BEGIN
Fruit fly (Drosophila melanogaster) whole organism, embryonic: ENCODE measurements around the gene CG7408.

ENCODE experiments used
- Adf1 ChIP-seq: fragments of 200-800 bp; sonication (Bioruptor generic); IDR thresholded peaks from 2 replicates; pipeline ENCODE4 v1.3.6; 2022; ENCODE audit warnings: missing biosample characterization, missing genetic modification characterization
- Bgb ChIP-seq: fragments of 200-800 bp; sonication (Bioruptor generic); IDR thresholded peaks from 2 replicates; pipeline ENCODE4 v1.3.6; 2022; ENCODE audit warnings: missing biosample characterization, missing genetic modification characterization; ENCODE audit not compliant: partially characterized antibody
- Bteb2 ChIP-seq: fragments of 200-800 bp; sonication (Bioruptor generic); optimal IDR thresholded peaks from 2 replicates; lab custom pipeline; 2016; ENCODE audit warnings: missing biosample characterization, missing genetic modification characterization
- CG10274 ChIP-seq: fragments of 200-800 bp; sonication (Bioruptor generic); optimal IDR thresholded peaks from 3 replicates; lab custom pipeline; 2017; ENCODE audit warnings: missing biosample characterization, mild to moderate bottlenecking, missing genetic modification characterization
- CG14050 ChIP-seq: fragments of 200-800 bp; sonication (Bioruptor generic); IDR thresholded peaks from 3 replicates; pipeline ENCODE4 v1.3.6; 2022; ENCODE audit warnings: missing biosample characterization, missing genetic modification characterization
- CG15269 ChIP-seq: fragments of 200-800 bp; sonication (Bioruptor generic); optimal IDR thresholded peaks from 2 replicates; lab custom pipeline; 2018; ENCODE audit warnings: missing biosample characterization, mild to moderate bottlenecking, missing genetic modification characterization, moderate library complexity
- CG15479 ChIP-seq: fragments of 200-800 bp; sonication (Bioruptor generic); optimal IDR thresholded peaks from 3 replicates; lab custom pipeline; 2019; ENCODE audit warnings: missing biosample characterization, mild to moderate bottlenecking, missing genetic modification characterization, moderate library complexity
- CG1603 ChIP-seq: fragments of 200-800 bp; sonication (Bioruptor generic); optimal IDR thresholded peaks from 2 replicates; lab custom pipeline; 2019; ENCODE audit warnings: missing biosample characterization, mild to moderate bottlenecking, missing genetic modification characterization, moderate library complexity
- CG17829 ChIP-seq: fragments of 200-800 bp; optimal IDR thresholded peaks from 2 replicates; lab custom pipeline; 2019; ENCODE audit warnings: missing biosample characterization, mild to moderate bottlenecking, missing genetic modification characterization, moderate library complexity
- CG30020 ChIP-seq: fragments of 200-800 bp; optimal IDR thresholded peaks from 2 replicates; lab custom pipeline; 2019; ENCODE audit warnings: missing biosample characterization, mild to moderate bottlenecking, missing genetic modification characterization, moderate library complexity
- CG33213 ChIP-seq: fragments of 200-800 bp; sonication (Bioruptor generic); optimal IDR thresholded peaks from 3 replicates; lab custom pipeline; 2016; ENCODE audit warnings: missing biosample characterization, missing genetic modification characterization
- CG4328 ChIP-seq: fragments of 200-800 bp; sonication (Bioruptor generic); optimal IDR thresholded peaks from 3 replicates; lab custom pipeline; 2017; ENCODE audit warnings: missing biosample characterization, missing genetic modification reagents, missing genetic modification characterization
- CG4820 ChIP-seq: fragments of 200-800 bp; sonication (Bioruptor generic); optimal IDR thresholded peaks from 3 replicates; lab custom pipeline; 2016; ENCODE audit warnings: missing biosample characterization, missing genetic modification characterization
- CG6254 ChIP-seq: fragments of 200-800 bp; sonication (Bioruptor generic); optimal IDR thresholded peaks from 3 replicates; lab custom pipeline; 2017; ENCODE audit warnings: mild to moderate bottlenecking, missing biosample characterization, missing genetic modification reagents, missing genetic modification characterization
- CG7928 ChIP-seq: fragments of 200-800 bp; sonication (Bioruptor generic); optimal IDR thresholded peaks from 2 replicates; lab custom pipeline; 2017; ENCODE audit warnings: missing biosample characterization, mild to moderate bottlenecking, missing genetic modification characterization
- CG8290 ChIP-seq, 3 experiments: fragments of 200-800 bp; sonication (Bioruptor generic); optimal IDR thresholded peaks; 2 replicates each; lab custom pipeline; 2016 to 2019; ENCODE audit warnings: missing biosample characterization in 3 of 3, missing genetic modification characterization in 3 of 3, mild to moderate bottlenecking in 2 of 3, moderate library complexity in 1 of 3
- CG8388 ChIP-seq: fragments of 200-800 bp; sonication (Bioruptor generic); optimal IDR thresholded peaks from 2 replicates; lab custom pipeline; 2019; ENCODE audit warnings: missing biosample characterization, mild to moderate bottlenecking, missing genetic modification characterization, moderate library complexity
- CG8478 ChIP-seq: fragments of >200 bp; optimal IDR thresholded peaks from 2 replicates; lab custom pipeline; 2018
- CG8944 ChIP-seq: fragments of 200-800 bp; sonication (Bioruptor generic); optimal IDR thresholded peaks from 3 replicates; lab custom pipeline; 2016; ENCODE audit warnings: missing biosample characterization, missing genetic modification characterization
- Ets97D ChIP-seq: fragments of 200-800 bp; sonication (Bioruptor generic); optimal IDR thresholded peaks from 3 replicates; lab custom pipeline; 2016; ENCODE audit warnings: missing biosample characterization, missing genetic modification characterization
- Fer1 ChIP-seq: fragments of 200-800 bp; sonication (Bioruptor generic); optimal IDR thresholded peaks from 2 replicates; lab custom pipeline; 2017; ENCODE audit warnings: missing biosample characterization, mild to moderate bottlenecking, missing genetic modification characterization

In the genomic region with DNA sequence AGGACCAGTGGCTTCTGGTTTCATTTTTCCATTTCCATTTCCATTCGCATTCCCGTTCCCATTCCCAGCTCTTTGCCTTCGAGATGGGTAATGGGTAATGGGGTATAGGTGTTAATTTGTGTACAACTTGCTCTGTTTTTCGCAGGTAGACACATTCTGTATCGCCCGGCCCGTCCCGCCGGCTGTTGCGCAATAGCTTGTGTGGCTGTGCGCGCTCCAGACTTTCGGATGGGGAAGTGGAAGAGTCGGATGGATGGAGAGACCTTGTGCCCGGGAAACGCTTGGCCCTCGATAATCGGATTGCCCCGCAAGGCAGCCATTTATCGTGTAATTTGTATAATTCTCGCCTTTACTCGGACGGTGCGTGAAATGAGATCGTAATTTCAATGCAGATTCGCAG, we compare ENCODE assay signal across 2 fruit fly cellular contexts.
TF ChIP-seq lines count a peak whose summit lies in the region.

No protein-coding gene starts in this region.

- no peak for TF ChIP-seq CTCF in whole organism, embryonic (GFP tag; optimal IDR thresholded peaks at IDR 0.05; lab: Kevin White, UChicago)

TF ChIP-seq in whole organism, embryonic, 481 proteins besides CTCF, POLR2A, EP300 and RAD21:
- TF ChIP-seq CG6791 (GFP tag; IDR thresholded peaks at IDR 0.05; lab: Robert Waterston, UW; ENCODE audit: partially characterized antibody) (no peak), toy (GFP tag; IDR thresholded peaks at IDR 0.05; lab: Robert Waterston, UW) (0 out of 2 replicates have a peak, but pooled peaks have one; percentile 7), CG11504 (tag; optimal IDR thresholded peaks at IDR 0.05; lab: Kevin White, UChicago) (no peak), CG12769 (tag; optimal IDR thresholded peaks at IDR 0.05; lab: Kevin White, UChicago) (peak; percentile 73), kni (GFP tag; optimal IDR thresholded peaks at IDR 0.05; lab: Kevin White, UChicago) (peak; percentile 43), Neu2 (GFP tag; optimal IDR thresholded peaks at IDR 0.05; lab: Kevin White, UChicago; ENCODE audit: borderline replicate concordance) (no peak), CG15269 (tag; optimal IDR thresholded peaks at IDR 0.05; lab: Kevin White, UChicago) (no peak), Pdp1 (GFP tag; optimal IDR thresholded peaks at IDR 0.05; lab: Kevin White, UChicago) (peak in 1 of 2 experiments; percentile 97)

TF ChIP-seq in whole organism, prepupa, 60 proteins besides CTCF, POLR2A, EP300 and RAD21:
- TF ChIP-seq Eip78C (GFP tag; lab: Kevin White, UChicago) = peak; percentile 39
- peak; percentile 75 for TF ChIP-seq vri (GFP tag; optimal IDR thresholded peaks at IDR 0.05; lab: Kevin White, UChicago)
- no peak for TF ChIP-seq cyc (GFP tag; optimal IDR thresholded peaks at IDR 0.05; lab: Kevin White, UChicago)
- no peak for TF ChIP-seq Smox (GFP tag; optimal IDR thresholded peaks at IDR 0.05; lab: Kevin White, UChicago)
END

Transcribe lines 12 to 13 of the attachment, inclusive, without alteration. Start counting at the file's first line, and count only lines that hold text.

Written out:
- CG30020 ChIP-seq: fragments of 200-800 bp; optimal IDR thresholded peaks from 2 replicates; lab custom pipeline; 2019; ENCODE audit warnings: missing biosample characterization, mild to moderate bottlenecking, missing genetic modification characterization, moderate library complexity
- CG33213 ChIP-seq: fragments of 200-800 bp; sonication (Bioruptor generic); optimal IDR thresholded peaks from 3 replicates; lab custom pipeline; 2016; ENCODE audit warnings: missing biosample characterization, missing genetic modification characterization